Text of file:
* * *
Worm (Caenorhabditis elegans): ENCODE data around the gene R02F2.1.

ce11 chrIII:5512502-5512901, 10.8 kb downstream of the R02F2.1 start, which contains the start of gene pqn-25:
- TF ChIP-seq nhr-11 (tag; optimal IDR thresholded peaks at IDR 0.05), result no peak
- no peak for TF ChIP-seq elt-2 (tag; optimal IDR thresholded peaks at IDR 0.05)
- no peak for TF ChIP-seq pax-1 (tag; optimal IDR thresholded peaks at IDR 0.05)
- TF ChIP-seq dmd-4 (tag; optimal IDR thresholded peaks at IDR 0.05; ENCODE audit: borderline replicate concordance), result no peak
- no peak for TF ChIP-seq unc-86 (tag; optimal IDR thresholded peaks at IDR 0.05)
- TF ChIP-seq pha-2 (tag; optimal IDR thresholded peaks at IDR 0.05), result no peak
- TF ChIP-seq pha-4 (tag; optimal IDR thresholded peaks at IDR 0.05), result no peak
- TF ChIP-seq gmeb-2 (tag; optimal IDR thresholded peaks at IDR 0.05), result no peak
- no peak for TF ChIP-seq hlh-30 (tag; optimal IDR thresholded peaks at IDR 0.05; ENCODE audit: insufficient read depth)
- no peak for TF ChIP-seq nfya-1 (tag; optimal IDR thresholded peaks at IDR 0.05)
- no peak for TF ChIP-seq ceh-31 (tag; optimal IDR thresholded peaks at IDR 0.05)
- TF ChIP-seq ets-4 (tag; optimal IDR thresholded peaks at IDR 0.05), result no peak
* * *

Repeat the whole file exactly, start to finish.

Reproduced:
Worm (Caenorhabditis elegans): ENCODE data around the gene R02F2.1.

ce11 chrIII:5512502-5512901, 10.8 kb downstream of the R02F2.1 start, which contains the start of gene pqn-25:
- TF ChIP-seq nhr-11 (tag; optimal IDR thresholded peaks at IDR 0.05), result no peak
- no peak for TF ChIP-seq elt-2 (tag; optimal IDR thresholded peaks at IDR 0.05)
- no peak for TF ChIP-seq pax-1 (tag; optimal IDR thresholded peaks at IDR 0.05)
- TF ChIP-seq dmd-4 (tag; optimal IDR thresholded peaks at IDR 0.05; ENCODE audit: borderline replicate concordance), result no peak
- no peak for TF ChIP-seq unc-86 (tag; optimal IDR thresholded peaks at IDR 0.05)
- TF ChIP-seq pha-2 (tag; optimal IDR thresholded peaks at IDR 0.05), result no peak
- TF ChIP-seq pha-4 (tag; optimal IDR thresholded peaks at IDR 0.05), result no peak
- TF ChIP-seq gmeb-2 (tag; optimal IDR thresholded peaks at IDR 0.05), result no peak
- no peak for TF ChIP-seq hlh-30 (tag; optimal IDR thresholded peaks at IDR 0.05; ENCODE audit: insufficient read depth)
- no peak for TF ChIP-seq nfya-1 (tag; optimal IDR thresholded peaks at IDR 0.05)
- no peak for TF ChIP-seq ceh-31 (tag; optimal IDR thresholded peaks at IDR 0.05)
- TF ChIP-seq ets-4 (tag; optimal IDR thresholded peaks at IDR 0.05), result no peak